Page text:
Finally, classification, generalization, and other abstract processes are unprofitable for young students. The first aim in the study of literature should be intelligent reading. It is worth much more to understand Lycidas and respond to its ideas and its beauty than to classify it and enumerate its generic criteria.

In conclusion the editor wishes to express publicly his gratitude to the Boston and London offices of Ginn and Company for untiring and efficient aid in bringing out this Enlarged Edition.

J. M. M.

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128

Sir Philip SIDNEY (1554-1586)

Astrophel and Stella..

The Nightingale.

"23

Hymn to Apollo.

123

Arcadia, from Bk. I

124 V

JOHN LYLY (1554-1006)

Euphues and His England

127

Apelles' Song

I 28

Spring's Welcome

Fairy Revels.

128

THOMAS LODGE (1558?-1025)

Rosalynde : Euphues' Golden Legacy.... 129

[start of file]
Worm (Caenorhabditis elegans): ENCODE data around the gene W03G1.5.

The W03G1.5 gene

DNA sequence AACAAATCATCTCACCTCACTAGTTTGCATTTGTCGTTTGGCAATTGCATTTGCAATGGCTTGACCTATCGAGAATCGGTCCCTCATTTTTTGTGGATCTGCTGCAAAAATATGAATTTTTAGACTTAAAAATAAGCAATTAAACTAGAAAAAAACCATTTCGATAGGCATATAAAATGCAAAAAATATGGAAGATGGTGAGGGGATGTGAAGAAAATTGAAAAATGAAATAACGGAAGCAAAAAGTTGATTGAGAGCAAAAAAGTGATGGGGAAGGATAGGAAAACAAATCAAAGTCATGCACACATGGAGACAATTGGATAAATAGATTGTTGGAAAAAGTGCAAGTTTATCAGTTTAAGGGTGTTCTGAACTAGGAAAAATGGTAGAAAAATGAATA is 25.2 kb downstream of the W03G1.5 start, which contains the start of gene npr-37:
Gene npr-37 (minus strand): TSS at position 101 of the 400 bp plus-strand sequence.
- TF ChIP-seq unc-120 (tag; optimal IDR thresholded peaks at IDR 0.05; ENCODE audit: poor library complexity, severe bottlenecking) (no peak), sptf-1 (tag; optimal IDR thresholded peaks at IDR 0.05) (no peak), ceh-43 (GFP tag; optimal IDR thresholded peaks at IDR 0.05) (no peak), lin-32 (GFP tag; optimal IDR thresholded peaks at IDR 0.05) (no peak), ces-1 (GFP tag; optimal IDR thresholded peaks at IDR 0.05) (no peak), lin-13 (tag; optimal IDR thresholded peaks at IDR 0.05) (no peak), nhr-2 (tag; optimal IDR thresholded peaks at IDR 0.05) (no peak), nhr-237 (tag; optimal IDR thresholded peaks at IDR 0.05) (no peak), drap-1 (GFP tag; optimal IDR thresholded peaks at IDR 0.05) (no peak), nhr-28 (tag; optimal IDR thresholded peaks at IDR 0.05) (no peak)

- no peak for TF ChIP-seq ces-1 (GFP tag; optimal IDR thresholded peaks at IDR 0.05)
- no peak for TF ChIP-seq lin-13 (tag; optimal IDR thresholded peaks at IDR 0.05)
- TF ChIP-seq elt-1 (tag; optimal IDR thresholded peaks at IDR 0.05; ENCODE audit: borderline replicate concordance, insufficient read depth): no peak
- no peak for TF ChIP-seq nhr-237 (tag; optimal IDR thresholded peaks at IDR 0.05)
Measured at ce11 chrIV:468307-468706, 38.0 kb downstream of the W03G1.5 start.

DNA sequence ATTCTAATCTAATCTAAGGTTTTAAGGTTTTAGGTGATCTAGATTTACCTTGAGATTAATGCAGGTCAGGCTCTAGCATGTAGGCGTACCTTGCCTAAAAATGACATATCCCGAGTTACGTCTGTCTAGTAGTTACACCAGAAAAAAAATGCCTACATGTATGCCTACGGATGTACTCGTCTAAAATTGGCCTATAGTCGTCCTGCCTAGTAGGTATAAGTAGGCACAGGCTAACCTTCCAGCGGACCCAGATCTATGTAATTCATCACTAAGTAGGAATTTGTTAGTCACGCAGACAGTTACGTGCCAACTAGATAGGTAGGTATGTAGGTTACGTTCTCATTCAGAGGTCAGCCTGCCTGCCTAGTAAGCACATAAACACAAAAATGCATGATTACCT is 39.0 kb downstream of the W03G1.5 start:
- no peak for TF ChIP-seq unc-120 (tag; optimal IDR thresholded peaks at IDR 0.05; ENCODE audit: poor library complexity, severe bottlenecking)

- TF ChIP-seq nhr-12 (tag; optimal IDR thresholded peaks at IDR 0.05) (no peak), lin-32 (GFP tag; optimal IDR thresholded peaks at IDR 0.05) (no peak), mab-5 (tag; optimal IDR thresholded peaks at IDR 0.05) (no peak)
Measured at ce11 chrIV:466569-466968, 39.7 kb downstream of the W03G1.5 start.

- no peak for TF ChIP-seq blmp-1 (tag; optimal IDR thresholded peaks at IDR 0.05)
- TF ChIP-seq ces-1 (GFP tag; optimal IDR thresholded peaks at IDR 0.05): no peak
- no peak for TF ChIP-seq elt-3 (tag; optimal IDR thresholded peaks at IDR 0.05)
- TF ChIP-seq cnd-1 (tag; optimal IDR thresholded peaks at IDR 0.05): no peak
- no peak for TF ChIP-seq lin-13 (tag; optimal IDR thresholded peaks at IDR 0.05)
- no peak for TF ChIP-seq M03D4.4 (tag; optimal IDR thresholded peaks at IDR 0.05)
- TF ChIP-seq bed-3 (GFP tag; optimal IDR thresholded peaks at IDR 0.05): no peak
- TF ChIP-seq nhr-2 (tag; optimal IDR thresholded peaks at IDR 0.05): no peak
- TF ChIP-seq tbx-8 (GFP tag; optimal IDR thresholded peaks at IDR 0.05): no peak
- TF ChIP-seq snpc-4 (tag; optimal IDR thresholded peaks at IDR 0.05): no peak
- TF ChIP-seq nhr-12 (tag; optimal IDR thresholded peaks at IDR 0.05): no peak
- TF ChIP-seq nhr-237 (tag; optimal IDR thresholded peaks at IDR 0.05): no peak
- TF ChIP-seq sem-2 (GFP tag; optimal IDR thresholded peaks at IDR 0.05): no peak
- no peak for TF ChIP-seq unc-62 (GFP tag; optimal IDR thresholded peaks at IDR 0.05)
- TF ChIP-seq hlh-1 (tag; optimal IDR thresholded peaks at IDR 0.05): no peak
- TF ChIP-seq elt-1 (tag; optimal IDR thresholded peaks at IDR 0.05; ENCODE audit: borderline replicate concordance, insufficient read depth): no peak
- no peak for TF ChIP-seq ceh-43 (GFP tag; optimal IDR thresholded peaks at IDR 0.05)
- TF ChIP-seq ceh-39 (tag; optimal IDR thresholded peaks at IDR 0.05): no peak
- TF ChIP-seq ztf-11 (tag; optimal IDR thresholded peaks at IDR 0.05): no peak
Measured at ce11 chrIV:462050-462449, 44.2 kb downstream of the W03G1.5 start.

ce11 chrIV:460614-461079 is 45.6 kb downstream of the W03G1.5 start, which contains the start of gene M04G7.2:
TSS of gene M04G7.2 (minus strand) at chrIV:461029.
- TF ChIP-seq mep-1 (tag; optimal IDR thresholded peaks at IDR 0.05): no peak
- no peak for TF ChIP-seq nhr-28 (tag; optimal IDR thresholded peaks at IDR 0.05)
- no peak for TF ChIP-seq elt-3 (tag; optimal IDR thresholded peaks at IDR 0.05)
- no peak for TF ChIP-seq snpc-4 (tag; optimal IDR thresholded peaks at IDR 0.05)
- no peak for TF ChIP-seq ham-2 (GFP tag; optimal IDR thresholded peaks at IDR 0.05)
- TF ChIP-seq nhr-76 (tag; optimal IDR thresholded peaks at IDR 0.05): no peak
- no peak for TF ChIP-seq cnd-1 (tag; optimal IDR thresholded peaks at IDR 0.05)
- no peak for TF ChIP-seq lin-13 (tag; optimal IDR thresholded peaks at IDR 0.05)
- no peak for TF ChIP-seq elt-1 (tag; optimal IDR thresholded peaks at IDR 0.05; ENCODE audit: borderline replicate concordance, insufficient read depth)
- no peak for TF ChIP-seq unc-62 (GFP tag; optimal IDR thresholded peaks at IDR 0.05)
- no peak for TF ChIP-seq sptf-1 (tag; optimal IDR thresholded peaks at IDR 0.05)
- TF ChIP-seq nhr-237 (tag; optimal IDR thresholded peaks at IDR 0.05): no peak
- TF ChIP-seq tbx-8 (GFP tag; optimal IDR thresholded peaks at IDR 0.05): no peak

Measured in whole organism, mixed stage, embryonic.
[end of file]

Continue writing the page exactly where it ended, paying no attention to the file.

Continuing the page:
ROBERT GREENE (1500?–1592)

Sweet are the thoughts that savour of

content.

131

Philomela's Ode

131

Sephestia's Song to Her Child.

132

The Shepherd's Wife's Song.

132

A Groat's Worth of Wit, Bought with a

Million of Repentance.

133

CHRISTOPHER MARLOWE (1564-1593)

Hero and Leander, The First Sestiad 135

William SHAKESPEARE (1564-1616)

Venus and Adonis...

137

Sonnets.

139

Songs from the Plays.

143

GEORGE CHAPMAN (1559?-1634)

The Twelfth Book of Homer's Odysseys 145

SAMUEL DANIEL (1562-1619)

Sonnets to Delia (XIX, LIV, LV). 146

Epistle to the Lady Margaret, Countess

of Cumberland..

147

Michael DRAYTON (1563-1631)

Idea (IV, XX, XXXVII, LXI).

Ode XII, To the Cambro-Britans: Agin-

court.

149

Nymphidia, The Court of Fairy.

150

FRANCIS BACON (1561-1626)

Essays

Of Truth.

150

Of Marriage and Single Life.

151

Of Great Place.

152

Of Atheism

154

Of Wisdom for a Man's Self.

155

Of Friendship

150

Of Youth and Ige.

159

MINOR POETRY

My Mind to Me a Kingdom Is — Sir

Edward Dyer.

160

The Silent Lover Sir Walter Raleigh, 100

The Conclusion Sir Walter Raleigh.. 160

Song of Paris and Enone - George

Peele.

161

Harvestmen a-Singing George Peele. . 161

Farewell to Arms George Peele.. Thr
The Burning Babe - Robert Southwel 61